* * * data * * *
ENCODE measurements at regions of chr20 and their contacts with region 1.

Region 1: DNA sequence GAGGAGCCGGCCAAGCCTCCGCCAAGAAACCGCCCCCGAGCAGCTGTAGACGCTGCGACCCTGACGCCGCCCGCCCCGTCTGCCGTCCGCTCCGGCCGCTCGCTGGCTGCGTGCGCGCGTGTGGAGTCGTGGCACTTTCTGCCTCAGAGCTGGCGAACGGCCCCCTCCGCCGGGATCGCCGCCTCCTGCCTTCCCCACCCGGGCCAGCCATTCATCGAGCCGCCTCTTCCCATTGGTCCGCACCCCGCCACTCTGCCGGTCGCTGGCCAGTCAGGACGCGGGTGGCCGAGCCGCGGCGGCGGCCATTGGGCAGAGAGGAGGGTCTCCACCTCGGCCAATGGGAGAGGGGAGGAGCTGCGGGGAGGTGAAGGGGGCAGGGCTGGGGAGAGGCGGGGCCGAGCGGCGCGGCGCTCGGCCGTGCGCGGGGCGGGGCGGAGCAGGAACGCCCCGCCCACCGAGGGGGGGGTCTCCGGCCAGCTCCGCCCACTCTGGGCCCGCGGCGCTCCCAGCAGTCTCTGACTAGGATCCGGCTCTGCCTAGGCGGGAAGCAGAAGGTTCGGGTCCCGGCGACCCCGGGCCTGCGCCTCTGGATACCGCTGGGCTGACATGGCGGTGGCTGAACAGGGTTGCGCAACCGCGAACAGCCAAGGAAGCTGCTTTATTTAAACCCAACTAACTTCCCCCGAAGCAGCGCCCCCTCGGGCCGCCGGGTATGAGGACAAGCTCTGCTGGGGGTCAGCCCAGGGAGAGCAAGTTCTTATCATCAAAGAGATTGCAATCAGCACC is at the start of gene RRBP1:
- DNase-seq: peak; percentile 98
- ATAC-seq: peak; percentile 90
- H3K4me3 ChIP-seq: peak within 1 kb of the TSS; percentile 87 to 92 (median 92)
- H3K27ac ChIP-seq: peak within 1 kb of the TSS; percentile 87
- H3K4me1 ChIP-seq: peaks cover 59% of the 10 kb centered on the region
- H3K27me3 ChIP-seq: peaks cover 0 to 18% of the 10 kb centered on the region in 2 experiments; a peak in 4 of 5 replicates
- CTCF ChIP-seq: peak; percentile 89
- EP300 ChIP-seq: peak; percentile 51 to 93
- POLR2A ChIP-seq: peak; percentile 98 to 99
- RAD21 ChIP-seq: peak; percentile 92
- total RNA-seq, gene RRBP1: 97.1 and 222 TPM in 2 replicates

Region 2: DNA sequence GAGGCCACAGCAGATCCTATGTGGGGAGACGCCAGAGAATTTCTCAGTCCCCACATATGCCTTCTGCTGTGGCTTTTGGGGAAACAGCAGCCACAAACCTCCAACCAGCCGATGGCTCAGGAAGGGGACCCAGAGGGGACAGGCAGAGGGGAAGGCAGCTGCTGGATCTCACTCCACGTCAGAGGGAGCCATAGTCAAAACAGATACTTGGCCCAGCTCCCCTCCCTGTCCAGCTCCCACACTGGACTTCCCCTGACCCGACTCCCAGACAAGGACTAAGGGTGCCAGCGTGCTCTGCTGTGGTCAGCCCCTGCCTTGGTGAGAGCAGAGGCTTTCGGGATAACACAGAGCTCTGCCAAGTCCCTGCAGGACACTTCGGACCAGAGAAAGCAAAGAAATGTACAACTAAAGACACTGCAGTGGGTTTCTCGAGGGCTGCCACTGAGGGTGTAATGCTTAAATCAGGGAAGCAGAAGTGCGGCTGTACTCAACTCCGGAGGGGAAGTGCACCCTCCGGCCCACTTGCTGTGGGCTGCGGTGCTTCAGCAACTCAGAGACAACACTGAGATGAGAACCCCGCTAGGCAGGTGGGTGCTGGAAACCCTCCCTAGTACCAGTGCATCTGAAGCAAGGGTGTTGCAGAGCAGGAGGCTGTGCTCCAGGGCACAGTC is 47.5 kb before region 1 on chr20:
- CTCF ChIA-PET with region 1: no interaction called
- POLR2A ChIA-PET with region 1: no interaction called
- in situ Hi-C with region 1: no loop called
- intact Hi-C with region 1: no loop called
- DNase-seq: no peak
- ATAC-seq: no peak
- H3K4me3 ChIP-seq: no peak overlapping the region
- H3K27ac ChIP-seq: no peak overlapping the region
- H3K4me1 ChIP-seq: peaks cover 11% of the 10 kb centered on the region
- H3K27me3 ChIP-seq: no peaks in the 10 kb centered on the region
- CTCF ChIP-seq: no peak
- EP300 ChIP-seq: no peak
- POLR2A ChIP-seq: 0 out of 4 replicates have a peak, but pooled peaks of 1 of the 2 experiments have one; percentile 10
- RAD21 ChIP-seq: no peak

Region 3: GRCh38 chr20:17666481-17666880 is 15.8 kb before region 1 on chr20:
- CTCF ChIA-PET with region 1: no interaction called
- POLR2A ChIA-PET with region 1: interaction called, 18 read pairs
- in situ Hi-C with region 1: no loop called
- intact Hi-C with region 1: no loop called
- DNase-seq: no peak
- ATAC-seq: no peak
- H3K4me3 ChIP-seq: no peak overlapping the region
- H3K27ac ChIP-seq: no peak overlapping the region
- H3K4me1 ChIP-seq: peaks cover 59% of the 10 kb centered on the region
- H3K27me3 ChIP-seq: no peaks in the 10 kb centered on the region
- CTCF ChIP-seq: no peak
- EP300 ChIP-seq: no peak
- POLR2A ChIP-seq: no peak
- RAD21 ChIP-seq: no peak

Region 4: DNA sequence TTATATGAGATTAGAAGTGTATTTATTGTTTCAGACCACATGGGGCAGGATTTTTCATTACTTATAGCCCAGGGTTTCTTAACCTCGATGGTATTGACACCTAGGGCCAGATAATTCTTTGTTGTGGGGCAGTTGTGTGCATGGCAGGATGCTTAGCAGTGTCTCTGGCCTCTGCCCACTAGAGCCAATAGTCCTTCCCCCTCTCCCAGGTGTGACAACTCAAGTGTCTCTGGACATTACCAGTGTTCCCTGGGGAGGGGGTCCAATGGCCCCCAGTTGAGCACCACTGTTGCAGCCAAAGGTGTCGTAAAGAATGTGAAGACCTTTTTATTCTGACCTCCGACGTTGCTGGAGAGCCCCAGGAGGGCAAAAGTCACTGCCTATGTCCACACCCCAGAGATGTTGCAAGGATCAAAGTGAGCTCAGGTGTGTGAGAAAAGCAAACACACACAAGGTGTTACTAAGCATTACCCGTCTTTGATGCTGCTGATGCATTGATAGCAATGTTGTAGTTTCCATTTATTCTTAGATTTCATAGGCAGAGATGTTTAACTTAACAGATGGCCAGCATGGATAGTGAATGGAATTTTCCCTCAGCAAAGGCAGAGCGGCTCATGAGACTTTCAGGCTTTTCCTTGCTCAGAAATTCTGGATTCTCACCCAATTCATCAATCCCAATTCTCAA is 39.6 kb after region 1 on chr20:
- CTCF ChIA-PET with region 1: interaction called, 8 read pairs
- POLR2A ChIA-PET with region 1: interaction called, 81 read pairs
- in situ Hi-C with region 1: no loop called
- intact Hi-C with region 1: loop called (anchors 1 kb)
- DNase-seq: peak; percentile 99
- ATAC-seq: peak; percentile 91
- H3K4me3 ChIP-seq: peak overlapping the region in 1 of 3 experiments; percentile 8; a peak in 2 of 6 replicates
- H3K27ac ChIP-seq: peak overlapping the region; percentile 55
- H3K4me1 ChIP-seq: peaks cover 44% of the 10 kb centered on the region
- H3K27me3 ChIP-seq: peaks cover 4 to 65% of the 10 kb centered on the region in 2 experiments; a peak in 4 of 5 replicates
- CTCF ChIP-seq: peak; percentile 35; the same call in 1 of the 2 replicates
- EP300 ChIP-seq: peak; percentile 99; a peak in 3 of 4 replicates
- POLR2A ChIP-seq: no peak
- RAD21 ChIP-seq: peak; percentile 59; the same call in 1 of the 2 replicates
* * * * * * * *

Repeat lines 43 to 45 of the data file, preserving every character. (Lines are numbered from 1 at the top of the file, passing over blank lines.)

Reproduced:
- RAD21 ChIP-seq: no peak

Region 4: DNA sequence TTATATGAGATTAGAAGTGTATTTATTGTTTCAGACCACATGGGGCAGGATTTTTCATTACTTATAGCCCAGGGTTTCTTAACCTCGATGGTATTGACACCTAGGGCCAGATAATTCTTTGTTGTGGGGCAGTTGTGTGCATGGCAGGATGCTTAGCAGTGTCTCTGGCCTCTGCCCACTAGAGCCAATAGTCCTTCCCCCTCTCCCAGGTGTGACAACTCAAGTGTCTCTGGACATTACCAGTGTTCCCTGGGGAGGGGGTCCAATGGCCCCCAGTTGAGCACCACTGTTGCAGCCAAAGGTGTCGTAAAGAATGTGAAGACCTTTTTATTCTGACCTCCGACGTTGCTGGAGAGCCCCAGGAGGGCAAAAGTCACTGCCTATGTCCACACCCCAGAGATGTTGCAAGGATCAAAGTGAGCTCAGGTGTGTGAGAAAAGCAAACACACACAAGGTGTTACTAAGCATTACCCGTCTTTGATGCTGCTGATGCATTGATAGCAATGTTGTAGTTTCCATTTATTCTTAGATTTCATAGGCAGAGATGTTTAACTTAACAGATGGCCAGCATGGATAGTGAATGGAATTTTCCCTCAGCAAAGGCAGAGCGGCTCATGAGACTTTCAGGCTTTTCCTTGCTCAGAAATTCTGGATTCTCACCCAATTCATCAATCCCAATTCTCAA is 39.6 kb after region 1 on chr20:
- CTCF ChIA-PET with region 1: interaction called, 8 read pairs